Kiss those Math Headaches GOODBYE!

Archive for the ‘Algebra’ Category

How to Remove Math Terms from Parentheses


How do you get math terms out of parentheses? And what happens to those terms when you remove the parentheses?

It seems like the process should be simple. But this issue often plagues students; they keep getting points off on tests, quizzes, homework assignments.  What’s the deal?

The deal is that there’s a specific process you need to follow when taking terms out of parentheses, and what you do hinges on whether there’s a positive sign (+) or a negative sign (–) in front of the parentheses.

But not to worry. This video on this page settles the question once and for all. Not only that, but the video provides a story-based approach that you can teach (if you’re an instructor) or learn (if you’re a student) and remember (no matter who you are). Why? Because stories are FUN and MEMORABLE.

So kick back and relax (yes, it’s math, but you have a right to relax) and let the video show you how this process is done.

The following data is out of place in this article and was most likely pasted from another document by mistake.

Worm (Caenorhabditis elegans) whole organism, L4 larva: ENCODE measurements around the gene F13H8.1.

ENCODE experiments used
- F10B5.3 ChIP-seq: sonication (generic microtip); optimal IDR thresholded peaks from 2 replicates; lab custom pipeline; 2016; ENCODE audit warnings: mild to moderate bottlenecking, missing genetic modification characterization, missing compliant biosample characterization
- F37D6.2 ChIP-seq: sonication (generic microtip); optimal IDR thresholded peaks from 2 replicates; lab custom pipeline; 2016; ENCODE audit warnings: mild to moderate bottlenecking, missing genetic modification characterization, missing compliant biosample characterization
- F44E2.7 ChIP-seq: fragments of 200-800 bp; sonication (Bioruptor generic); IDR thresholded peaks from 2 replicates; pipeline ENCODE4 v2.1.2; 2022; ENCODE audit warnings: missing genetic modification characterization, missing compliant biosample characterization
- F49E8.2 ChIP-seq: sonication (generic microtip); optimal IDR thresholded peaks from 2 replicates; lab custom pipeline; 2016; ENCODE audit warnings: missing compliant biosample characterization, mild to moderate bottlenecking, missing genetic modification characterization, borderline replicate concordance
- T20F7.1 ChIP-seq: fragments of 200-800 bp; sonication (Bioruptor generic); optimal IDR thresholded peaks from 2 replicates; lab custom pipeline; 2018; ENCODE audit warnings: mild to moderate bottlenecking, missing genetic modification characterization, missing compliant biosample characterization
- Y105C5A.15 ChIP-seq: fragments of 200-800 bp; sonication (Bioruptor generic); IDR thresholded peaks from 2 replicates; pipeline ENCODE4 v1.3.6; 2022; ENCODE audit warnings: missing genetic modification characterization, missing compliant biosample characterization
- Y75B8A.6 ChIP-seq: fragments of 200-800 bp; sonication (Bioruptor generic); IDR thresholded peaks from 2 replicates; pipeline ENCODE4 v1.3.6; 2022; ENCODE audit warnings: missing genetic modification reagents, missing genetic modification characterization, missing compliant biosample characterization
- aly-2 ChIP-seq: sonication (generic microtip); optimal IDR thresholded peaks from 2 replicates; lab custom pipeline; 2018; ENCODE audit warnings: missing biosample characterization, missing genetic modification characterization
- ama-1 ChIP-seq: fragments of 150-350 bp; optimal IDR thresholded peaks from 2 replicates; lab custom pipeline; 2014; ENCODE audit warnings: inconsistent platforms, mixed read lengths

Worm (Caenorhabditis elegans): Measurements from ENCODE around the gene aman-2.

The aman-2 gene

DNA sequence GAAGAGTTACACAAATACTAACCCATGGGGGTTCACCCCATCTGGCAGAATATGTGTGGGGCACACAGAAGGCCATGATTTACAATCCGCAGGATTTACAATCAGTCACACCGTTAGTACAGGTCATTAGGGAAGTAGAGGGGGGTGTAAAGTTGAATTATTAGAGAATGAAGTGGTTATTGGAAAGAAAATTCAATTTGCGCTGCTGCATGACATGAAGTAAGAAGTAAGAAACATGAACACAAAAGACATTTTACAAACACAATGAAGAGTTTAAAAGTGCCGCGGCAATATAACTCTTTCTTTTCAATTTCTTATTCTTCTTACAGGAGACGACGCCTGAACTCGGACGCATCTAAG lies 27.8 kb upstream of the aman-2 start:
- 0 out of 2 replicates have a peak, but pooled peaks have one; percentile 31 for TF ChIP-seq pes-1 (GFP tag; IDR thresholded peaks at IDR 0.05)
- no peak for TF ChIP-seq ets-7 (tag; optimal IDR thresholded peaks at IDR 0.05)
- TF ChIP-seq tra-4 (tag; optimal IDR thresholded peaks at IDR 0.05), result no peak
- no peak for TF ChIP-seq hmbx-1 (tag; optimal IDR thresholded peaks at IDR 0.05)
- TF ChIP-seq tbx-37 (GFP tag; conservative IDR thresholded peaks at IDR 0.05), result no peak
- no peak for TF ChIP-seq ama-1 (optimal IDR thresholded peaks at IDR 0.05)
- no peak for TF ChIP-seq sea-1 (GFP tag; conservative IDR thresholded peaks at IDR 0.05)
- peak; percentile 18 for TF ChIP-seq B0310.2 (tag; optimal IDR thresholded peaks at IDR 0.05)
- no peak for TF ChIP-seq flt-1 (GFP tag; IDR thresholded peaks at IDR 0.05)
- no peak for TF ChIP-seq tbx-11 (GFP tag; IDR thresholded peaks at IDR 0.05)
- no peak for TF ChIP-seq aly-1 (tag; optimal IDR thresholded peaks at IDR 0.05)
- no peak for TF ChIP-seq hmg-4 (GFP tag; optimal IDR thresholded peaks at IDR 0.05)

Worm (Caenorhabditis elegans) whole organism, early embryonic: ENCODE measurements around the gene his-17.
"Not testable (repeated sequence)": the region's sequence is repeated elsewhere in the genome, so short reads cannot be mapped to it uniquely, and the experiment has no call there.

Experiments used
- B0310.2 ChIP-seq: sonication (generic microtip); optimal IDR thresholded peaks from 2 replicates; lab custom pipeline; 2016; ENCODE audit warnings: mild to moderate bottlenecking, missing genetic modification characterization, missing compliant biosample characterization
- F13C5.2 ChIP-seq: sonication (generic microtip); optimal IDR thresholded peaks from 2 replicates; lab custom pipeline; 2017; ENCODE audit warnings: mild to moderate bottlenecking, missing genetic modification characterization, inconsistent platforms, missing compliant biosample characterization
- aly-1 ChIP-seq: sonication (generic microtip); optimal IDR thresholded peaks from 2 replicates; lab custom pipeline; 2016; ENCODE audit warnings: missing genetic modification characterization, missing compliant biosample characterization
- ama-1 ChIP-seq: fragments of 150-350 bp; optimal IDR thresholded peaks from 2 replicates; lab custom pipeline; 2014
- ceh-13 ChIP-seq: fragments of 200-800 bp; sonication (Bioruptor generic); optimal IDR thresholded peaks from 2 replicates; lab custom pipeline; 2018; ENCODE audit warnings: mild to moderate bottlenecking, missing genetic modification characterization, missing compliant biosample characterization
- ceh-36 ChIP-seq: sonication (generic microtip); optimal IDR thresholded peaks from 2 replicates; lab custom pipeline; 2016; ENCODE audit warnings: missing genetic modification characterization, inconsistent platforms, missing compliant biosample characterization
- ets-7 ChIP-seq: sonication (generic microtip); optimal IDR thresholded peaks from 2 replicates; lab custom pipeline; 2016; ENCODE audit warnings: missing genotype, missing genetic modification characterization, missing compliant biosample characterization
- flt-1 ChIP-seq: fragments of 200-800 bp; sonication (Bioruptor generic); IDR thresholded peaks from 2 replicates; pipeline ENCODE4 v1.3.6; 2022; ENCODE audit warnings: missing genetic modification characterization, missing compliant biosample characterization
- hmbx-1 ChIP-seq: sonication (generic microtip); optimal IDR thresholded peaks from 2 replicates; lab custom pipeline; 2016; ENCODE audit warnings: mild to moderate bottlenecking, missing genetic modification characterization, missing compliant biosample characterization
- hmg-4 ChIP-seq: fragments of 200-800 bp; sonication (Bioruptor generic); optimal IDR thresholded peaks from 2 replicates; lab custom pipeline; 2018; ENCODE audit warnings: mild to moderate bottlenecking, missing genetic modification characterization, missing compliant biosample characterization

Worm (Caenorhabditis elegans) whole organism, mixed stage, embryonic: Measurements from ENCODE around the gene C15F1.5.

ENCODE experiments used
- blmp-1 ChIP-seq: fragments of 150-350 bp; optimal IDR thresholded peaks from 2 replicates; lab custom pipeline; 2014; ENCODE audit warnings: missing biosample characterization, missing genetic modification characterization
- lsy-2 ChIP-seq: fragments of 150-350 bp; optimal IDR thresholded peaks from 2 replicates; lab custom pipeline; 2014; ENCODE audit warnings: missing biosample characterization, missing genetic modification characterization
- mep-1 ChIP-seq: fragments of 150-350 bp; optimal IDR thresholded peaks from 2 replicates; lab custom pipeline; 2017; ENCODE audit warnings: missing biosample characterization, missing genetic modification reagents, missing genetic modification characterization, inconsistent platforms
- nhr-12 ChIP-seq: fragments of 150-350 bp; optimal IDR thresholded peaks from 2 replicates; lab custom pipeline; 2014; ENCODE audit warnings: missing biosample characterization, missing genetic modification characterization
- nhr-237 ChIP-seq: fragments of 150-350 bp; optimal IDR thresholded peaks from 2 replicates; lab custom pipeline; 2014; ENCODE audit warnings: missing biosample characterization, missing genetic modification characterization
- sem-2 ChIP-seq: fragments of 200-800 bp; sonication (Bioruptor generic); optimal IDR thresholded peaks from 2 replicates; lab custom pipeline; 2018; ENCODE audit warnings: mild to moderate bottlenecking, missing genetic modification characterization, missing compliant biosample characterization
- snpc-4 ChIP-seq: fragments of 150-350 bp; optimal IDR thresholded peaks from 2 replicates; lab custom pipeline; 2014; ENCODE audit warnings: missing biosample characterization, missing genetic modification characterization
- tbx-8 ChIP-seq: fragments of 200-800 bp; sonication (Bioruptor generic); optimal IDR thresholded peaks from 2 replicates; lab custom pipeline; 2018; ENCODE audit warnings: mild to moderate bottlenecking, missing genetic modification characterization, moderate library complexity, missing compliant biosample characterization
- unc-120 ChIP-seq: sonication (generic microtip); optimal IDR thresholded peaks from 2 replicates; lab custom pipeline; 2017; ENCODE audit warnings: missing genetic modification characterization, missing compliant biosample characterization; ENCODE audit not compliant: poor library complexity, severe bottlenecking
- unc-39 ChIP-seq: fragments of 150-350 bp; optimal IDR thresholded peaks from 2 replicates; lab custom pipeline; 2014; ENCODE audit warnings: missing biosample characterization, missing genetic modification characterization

And in customary style, I present practice problems (along with the answers, too) at the end of the video so you can be sure you understand what you believe you understand.

 

 

 

 

 

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Algebra Mistake #3: How to Work Out (x + y)^2 without Confusion


Ever thought this after you got back a math test … ?

“Why did I do that? I used a rule where it doesn’t apply!”

Yep, that’s exactly what we’re looking at in Algebra Mistake #3, a case of “overgeneralizing.”

The situation we’re dealing with involves over-generalizing everyone’s “favorite” property, the distributive property!

How’s that? Well, you’re supposed to use the distributive property when a number multiplies terms inside parentheses.

But sometimes students get a little bit — shall we say — “carried away” — and use the distributive property principle in other situations, too. The results are a tad bit comic, if you’re the teacher, but not so funny if you’re the student and you’ve made the mistake 19 times on a test with 20 problems.